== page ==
Today, there are thousands of self-help books, websites, counselors and consultants all promising to help people find their creative essence. These resources claim to offer insights about successful, effective and creative people and about how we can apply them in our own lives. Still, back in the middle of the 20th Century this idea that someone could even study or learn about something as elusive as creativity was as far-fetched as the pearly gates tale.
At the time, creativity was seen as nebulous and unconscious, perhaps not accessible at all to scientific inquiry. Then, in the early 1950s, the Institute of Personality Assessment and Research (IPAR) at the University of California, Berkeley began developing new and different ways to analyze personalities. The scientists at IPAR attempted what many thought was impossible: to study creativity in a methodical and scientific way, working to determine what specific personality traits make certain people creative.
IPAR invited creative people of all kinds to come to Berkeley and be studied, from authors of fantasy novels to research scientists and female mathematicians. They attracted literary stars including Truman Capote and William Carlos Williams. One of their biggest and most successful studies, however, involved an array of famous architects.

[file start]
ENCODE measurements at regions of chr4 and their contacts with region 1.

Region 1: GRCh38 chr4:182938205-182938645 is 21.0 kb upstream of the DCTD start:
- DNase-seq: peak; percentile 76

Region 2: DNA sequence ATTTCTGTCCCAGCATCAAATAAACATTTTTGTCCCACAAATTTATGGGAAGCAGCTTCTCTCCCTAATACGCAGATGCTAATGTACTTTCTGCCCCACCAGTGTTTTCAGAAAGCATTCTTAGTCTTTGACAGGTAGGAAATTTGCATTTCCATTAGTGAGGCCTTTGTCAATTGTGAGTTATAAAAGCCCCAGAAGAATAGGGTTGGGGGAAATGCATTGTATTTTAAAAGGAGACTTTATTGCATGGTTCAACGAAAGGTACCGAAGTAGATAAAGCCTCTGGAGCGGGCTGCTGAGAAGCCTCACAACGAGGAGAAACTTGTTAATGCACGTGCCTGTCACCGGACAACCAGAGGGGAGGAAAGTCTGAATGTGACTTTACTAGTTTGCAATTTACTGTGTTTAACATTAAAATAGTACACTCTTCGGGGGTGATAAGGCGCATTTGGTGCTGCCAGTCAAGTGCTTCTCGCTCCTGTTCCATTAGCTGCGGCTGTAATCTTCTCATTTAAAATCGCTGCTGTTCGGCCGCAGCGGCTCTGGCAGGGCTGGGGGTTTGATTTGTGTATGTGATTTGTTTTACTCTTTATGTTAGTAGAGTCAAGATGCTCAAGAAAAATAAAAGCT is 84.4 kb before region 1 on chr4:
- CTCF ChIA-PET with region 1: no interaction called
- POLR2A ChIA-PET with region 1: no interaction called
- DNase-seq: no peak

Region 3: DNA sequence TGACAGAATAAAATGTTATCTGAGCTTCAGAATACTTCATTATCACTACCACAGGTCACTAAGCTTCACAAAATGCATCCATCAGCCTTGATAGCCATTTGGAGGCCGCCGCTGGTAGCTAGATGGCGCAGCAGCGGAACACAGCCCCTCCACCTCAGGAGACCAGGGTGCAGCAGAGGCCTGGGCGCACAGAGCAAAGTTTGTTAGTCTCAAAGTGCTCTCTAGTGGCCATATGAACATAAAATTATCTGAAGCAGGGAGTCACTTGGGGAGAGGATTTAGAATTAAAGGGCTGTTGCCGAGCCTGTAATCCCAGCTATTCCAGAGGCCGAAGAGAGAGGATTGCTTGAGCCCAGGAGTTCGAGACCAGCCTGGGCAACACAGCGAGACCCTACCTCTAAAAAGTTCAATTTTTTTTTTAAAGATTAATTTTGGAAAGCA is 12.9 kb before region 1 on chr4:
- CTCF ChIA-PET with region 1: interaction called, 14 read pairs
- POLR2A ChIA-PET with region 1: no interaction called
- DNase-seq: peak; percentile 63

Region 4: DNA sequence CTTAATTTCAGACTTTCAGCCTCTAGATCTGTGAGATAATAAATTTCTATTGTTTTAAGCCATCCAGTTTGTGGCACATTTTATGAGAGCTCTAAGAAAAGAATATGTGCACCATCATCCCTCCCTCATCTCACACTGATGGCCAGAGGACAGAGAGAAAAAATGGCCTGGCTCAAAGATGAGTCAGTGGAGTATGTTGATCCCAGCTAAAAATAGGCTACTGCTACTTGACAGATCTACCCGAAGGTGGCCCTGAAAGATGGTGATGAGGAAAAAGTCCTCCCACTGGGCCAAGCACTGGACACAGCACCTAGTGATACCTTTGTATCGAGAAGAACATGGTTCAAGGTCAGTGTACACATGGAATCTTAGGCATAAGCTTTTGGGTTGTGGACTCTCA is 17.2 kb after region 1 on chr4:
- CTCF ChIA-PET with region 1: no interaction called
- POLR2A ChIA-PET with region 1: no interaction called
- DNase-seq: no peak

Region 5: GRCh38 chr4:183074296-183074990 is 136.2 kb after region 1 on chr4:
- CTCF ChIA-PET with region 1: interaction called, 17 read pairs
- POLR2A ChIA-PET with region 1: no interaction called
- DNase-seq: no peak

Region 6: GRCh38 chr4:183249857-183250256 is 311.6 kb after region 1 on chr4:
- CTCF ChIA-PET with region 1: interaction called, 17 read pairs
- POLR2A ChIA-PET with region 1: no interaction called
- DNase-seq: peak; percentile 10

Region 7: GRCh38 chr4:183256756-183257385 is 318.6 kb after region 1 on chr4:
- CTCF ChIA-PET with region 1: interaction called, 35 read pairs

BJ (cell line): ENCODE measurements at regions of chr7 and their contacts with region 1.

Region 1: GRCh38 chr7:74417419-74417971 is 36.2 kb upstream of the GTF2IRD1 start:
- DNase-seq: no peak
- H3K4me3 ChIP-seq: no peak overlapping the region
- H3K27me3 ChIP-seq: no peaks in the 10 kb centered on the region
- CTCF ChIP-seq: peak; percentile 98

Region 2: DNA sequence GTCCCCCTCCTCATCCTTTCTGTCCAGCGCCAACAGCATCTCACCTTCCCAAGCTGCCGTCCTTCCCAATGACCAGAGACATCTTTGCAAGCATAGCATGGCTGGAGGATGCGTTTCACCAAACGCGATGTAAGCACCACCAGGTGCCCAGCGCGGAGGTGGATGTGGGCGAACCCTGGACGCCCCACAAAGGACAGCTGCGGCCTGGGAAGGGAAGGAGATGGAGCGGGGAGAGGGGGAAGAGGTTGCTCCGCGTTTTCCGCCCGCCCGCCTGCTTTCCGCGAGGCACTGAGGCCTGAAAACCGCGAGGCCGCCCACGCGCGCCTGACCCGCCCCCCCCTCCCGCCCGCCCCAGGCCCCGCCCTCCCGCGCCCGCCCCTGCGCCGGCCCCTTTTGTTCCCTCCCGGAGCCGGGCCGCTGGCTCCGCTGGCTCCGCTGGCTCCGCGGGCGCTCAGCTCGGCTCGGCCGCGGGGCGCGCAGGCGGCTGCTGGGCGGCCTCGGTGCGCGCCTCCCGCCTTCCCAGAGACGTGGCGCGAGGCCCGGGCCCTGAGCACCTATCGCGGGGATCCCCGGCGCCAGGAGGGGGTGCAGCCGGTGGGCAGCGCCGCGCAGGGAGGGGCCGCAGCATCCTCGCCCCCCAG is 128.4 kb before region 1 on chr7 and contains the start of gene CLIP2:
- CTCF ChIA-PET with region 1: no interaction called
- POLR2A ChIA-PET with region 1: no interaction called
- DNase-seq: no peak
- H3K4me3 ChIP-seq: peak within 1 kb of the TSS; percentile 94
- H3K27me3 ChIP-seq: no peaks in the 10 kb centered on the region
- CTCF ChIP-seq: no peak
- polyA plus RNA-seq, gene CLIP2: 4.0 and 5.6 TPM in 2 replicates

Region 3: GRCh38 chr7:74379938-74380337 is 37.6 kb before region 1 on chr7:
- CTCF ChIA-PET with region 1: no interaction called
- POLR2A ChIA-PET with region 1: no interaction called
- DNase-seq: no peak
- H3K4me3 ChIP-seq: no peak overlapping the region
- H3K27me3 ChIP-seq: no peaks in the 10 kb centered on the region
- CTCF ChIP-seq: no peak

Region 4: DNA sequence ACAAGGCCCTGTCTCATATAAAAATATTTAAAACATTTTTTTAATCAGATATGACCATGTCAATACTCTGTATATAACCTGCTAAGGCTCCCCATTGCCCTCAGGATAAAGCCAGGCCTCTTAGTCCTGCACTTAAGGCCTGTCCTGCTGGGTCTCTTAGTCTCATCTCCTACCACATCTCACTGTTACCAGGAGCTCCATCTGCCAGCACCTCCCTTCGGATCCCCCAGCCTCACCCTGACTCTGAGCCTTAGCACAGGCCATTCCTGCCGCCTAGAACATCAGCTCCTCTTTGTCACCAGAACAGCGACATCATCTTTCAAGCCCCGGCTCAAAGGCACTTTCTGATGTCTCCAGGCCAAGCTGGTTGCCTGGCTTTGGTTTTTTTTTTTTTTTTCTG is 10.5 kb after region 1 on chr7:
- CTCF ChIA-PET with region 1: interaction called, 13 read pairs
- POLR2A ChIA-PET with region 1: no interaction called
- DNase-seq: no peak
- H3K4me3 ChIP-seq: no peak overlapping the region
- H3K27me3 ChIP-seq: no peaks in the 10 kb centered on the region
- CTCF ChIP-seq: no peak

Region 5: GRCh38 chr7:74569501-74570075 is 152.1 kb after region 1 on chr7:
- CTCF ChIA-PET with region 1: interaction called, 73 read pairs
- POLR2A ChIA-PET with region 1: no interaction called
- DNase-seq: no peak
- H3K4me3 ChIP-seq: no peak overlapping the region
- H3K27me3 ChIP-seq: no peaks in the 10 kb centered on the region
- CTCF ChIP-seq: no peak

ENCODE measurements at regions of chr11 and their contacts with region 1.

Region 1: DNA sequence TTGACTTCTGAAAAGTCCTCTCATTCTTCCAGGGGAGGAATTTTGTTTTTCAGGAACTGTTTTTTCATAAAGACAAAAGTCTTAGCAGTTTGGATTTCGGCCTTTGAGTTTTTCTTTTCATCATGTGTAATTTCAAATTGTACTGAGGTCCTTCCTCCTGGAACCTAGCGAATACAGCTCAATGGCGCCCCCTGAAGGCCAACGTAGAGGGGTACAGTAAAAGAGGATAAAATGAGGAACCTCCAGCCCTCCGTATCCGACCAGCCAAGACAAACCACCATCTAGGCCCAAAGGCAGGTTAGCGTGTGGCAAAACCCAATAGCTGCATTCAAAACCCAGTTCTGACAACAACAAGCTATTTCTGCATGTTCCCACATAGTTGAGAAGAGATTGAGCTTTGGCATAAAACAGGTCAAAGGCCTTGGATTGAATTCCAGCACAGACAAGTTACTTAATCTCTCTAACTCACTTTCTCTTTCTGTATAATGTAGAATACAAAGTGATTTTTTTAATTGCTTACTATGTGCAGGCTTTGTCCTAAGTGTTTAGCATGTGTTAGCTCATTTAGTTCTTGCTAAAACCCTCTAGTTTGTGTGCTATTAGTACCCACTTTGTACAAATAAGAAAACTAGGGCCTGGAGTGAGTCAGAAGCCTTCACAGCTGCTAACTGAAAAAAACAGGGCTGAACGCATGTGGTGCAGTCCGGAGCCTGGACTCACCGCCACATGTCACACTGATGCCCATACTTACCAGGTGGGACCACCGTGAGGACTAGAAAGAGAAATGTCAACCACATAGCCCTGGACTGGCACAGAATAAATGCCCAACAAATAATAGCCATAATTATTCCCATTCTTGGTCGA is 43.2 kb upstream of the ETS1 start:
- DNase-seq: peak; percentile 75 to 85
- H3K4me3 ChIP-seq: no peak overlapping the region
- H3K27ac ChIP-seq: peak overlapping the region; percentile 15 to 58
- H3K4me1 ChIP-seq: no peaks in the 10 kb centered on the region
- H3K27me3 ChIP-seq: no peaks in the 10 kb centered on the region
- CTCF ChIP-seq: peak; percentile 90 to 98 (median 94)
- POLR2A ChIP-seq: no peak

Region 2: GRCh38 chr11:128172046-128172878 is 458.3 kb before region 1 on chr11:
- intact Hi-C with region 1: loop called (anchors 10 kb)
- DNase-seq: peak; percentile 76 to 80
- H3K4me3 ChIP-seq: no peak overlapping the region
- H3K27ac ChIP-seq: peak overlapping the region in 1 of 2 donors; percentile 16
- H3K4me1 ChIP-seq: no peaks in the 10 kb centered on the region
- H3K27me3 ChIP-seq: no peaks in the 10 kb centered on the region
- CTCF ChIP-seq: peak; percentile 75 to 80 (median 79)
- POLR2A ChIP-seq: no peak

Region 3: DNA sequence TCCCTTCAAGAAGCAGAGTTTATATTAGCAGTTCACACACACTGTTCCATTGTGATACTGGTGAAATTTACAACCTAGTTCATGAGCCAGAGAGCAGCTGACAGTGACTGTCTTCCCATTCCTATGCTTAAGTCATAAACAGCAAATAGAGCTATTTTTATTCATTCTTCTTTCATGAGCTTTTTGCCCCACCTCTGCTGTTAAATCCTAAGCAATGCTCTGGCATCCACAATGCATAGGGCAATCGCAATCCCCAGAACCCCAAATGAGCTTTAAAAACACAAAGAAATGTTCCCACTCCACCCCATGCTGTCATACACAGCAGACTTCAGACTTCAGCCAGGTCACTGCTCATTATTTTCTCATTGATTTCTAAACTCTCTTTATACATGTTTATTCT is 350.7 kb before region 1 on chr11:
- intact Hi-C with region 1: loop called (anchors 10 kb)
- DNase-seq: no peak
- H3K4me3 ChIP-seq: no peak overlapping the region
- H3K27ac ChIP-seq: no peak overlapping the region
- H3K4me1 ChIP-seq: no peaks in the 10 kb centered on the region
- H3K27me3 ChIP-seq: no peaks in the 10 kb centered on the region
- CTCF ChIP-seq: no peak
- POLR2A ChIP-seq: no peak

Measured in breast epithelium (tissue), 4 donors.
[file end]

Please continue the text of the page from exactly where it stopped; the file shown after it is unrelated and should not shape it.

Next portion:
Researchers saw architects as people working at a crossroads of creative disciplines, a combination of analytic and artistic creativity. As professionals, architects had to be savvy as engineers and businessmen; as aesthetes, they also acted as designers and artists. […]
Aline is an international licensed architect currently practicing in Canada, she is the reason you are reading this right now, Aline founded the platform back in 2008 shaping the very foundation of Architecture Lab, her exemplary content curation process that defines the online magazine today.